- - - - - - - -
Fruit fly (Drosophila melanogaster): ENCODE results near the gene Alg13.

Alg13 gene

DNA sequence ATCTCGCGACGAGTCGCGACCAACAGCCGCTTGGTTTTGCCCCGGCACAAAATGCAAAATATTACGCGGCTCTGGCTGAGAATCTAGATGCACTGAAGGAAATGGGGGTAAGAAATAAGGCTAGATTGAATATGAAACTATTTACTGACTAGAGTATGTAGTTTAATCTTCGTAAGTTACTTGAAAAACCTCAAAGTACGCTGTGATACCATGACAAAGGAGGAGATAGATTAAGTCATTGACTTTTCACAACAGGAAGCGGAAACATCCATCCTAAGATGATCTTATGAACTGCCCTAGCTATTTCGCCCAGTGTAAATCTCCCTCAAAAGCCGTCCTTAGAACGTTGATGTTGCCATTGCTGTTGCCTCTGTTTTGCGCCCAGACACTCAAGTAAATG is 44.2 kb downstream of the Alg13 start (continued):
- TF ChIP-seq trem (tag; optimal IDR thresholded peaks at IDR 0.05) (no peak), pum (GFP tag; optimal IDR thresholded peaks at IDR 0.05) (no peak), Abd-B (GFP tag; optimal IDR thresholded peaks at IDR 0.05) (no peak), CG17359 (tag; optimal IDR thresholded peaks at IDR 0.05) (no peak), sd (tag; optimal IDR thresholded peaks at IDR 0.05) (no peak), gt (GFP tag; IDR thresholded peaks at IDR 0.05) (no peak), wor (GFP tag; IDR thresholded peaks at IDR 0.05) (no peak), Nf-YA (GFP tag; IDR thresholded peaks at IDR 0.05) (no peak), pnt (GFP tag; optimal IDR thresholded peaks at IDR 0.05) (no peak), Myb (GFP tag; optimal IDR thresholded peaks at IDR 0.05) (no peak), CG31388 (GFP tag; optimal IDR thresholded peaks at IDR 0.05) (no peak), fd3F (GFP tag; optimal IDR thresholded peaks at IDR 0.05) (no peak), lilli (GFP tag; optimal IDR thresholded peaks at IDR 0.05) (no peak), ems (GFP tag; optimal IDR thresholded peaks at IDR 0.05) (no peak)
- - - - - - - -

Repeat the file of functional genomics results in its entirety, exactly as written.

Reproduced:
Fruit fly (Drosophila melanogaster): ENCODE results near the gene Alg13.

Alg13 gene

DNA sequence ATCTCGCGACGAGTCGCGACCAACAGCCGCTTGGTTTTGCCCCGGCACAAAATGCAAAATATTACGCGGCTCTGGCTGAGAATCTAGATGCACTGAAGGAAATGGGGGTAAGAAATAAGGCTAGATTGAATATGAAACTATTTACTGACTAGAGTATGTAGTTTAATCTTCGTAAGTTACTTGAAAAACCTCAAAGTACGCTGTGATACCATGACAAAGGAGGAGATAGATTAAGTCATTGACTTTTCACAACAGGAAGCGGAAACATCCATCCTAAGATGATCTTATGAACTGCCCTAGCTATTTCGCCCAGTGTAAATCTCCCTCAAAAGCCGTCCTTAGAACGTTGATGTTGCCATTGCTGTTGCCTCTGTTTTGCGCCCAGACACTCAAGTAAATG is 44.2 kb downstream of the Alg13 start (continued):
- TF ChIP-seq trem (tag; optimal IDR thresholded peaks at IDR 0.05) (no peak), pum (GFP tag; optimal IDR thresholded peaks at IDR 0.05) (no peak), Abd-B (GFP tag; optimal IDR thresholded peaks at IDR 0.05) (no peak), CG17359 (tag; optimal IDR thresholded peaks at IDR 0.05) (no peak), sd (tag; optimal IDR thresholded peaks at IDR 0.05) (no peak), gt (GFP tag; IDR thresholded peaks at IDR 0.05) (no peak), wor (GFP tag; IDR thresholded peaks at IDR 0.05) (no peak), Nf-YA (GFP tag; IDR thresholded peaks at IDR 0.05) (no peak), pnt (GFP tag; optimal IDR thresholded peaks at IDR 0.05) (no peak), Myb (GFP tag; optimal IDR thresholded peaks at IDR 0.05) (no peak), CG31388 (GFP tag; optimal IDR thresholded peaks at IDR 0.05) (no peak), fd3F (GFP tag; optimal IDR thresholded peaks at IDR 0.05) (no peak), lilli (GFP tag; optimal IDR thresholded peaks at IDR 0.05) (no peak), ems (GFP tag; optimal IDR thresholded peaks at IDR 0.05) (no peak)